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Name: Sara
Status: Student
Grade:  9-12
Location: N/A
Country: United States
Date: April 2005


Question:
I was wondering how genetically modifying foods are developed?



Replies:
GM foods are produced by artificially introducing new genes (DNA) into the cells of the organism to be modified. This is often done by a process called transformation in which "naked" DNA is added to cells and the DNA is assimilated by the transformed cells and incorporated into their chromosomes.

Ron Baker, Ph.D.


First the gene in question has to be obtained. For example, Bt corn contains a gene from a bacteria for a toxin that kills larva of the European corn borer. So the gene from the bacteria had to be isolated. Then it has to be inserted into the genome of the corn plant. There is another bacteria called Agrobacterium that naturally inserts genes into plants. The genes it inserts are for growths called galls. You can see galls sometimes on tree leaves that have fallen. They look like big bumps on the leaves. Inside the galls are the bacteria-it gives them a place to live and to obtain food from the tree. Anyway-these bacteria naturally inject the genes for making these galls into the plants. Genetic engineers take out the genes for making galls, and insert the gene for the toxin from the other bacteria. Then the Agrobacterium, now with the toxin gene, inserts the gene into the cells of the corn plant.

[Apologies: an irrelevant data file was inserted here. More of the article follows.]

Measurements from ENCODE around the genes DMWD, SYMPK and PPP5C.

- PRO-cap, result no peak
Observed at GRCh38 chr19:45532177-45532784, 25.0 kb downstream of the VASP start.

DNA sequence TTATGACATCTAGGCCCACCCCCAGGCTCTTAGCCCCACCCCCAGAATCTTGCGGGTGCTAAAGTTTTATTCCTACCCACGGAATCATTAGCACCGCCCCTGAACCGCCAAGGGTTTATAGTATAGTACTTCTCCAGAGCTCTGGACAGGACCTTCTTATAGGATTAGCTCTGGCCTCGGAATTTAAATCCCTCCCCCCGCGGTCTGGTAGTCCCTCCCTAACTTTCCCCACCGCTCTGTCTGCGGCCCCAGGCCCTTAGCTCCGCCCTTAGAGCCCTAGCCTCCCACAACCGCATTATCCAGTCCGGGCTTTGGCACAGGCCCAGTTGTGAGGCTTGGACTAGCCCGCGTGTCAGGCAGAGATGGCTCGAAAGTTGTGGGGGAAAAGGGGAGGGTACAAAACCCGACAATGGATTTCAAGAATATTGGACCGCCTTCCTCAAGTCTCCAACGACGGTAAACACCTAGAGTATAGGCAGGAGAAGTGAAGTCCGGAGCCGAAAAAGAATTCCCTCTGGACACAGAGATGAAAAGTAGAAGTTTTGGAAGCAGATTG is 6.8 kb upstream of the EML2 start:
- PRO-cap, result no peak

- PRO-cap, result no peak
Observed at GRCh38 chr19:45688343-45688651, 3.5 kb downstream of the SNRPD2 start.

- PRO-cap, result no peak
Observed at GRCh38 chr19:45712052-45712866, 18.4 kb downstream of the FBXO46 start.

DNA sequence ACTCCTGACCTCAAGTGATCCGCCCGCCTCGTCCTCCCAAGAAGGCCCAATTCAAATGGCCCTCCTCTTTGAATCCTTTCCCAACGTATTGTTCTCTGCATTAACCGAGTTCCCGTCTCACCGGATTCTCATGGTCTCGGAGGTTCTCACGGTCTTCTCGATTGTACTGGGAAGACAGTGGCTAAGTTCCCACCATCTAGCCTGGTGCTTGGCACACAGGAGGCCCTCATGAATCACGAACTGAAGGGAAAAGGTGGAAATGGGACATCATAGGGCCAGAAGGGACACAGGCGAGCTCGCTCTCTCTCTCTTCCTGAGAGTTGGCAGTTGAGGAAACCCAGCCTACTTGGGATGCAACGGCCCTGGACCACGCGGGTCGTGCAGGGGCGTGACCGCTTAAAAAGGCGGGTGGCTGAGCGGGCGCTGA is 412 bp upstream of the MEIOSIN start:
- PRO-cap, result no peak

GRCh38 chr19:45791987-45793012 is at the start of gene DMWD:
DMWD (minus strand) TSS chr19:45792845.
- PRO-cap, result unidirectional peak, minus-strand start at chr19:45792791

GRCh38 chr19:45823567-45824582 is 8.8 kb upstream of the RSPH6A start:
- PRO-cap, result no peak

Now the corn plant has genes for making toxin. But THEN to get more plants with toxin genes, the plants have to be bred to get seeds for plants with toxin genes. They can also do this in the lab by taking tissue cultures of corn tissue and inserting the genes, then growing the tissue cultures into corn plants. So, it is a very complicated process that costs a lot of money to develop. The processes are usually patented and the gene sequences are a trade secret.

vanhoeck



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